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Hankuk Glass betting future on “smart windows“

Korea“s Hankuk Glass Industries Inc. has an image of being too slow and conservative in a fast-changing world, but the US-educated second generation now running the company wants to change that. This…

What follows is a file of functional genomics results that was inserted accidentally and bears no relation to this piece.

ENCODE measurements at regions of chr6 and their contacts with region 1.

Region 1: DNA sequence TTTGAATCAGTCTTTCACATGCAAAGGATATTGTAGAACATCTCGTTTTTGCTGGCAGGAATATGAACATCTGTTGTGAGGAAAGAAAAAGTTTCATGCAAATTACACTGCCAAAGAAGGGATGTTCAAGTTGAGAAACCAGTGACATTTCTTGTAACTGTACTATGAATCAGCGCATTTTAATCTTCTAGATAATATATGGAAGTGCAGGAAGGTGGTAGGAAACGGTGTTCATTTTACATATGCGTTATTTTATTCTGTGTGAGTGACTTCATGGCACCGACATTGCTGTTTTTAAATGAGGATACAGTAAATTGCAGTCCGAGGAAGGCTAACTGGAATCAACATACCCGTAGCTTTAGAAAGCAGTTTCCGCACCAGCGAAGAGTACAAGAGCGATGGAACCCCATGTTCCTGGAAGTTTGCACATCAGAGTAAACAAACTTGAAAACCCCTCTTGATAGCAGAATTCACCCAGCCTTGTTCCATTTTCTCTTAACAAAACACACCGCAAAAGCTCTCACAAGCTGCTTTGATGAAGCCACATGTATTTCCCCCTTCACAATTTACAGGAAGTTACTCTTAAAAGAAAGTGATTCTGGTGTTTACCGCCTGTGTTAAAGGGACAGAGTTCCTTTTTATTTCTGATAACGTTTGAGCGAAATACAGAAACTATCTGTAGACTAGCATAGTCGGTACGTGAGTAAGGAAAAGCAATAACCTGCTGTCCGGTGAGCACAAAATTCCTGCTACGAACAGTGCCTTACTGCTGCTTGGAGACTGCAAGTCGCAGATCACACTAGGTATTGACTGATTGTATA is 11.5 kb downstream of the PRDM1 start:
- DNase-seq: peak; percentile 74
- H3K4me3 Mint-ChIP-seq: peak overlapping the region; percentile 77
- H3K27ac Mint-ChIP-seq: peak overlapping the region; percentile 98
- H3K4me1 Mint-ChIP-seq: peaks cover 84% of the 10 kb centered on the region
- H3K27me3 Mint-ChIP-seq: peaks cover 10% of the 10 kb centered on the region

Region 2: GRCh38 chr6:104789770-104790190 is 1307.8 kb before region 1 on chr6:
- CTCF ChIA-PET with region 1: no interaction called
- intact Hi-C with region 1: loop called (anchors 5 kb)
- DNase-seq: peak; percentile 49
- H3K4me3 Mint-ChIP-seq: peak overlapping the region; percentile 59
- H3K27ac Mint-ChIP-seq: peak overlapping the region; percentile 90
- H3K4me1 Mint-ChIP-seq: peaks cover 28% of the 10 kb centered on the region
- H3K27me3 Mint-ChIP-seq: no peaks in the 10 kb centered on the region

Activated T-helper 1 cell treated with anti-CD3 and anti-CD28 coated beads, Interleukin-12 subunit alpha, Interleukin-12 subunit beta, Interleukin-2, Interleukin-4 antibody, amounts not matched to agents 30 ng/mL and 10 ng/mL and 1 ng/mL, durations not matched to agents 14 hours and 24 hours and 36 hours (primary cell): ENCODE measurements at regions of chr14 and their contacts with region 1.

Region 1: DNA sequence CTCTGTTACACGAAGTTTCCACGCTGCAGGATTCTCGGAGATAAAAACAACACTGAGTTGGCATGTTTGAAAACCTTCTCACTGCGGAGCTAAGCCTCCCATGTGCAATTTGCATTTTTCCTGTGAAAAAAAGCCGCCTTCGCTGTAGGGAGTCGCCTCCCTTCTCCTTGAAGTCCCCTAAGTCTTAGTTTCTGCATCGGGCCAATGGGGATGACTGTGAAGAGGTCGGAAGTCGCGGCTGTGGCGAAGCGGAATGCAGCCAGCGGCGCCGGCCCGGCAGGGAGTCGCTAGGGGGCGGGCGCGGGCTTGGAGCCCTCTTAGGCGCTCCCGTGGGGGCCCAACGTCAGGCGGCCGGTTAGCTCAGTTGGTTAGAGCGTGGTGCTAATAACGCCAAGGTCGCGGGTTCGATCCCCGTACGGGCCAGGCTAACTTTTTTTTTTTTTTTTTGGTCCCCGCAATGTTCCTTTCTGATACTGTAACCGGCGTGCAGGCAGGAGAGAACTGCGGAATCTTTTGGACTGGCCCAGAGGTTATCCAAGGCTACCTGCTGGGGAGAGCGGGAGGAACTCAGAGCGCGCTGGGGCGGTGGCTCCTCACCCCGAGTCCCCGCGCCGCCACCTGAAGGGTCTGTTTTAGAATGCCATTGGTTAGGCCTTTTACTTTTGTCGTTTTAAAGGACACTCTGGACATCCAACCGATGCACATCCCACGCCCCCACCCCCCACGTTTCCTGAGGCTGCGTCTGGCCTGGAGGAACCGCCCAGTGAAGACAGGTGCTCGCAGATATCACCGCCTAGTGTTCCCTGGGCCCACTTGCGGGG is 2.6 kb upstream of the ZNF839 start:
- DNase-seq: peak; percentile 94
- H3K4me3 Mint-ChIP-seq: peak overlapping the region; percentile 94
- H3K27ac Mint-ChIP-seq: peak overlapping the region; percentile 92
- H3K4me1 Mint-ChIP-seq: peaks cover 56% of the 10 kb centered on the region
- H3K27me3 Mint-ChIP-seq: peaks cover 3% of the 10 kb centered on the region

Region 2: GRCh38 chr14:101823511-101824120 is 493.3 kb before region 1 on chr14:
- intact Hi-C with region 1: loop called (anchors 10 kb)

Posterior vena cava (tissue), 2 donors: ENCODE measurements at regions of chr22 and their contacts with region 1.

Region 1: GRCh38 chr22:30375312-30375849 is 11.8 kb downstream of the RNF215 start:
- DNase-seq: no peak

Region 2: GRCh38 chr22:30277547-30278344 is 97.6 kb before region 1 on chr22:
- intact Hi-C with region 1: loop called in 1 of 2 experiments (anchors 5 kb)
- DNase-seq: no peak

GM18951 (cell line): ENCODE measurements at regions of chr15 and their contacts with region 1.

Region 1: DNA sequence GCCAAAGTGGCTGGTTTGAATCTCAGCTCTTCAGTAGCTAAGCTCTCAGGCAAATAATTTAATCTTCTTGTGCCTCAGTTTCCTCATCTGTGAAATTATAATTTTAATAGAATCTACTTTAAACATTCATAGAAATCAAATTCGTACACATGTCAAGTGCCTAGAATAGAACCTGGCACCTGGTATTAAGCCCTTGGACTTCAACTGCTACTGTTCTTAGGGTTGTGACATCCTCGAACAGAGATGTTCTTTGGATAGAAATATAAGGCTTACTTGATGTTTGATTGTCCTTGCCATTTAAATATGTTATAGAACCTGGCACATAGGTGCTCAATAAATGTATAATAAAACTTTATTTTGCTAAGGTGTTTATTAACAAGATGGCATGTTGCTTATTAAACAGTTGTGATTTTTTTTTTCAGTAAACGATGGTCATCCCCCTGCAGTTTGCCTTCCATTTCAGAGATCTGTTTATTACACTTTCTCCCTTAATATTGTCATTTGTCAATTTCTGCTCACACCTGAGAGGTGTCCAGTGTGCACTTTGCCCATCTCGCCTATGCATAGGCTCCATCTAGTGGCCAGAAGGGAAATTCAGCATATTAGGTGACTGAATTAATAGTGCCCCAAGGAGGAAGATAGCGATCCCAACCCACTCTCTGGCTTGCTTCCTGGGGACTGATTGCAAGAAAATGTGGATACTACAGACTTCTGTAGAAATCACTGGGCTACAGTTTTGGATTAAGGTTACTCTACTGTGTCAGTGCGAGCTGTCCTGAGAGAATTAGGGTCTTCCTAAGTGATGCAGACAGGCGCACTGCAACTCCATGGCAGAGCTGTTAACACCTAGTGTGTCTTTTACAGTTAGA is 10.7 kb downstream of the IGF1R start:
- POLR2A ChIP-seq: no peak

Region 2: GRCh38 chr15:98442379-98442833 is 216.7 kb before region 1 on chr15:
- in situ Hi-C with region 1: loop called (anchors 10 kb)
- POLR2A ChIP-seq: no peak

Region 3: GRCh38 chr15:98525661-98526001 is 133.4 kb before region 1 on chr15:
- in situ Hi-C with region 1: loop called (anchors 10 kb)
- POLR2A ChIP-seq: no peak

Korea“s Hankuk Glass Industries Inc. has an image of being too slow and conservative in a fast-changing world, but the US-educated second generation now running the company wants to change that. This month in an interview with Business Week 30 April, Hankuk announced ambitions to manufacture and sell globally “smart windows“ that, at the turn of a knob, can be adjusted to change the amount of light passing through them. Hankuk is betting some of its future on the new technology, which, it projects, will bring in more than 10% of revenues by 2005. Competitors in Korea and China are eating into the company“s market share and it also must replace business lost in the wake of a slowdown in Korea“s construction and auto industries. As it is, Hankuk expects 2001 sales to drop to US$ 426 million, down from US$ 447 million last year. In smart-window technology, the company seems to have an advantage. Hankuk holds patents on the thin film version of the technology that can be affixed to a variety of products – from office windows to automobile sunroofs to oven windows. The film is to be made at a new, US$ 6.2 million plant in Inchon, 40 km west of Seoul. Says company president Kim Seong Man: “It will give a new dimension to windows in the 21st century. Hankuk originally licensed its glass-dimming technology in 1990 from US-based Research Frontiers Inc. The company“s suspended particle devices (SPD) use electrical current to control the light passing through glass. When the power is off, the windows go dark; gradually increasing the luminosity gives higher transparency. Under the original deal, Hankuk could make and market smart windows only in Korea, but by the mid-1990s, the company had devised the film format, which it can also sell abroad. SPD is a breakthrough because the user can determine exactly how much light gets through. By contrast, the photochromic technology used to cut glare in sunglasses is activated only when exposed to ultraviolet rays – and is not adjustable. What“s more, SPD is far cheaper than rival technologies that control light and shade. A pair of battery-power electrochromic sunglasses costs US$ 1,200 while a sq. m. of Hankuk“s glass costs about US$ 400. The demand for intelligent window technology is expected to soar, and Hankuk is hoping to get major auto makers interested. According to the company, a leading European carmaker is already testing its SPD film. Hankuk also plans to sell to ship and aircraft makers, as well as manufacturers of refrigerators and ovens. As part of its mid-1990s restructuring, the company formed a strategic partnership with France“s Saint-Gobain Group, selling the European glass giant a 32.5% stake in Hankuk Glass. Hankuk also raised US$ 85 million by selling off noncore businesses and used the money to buy out two-thirds of its 6,000 staff. While Hankuk is expecting a high return on its investment in smart glass, it is keeping its projections conservative, at just US$ 60 million in annual sales in five years. If “smart windows“ take off, Hankuk may loose its old-fashioned image.

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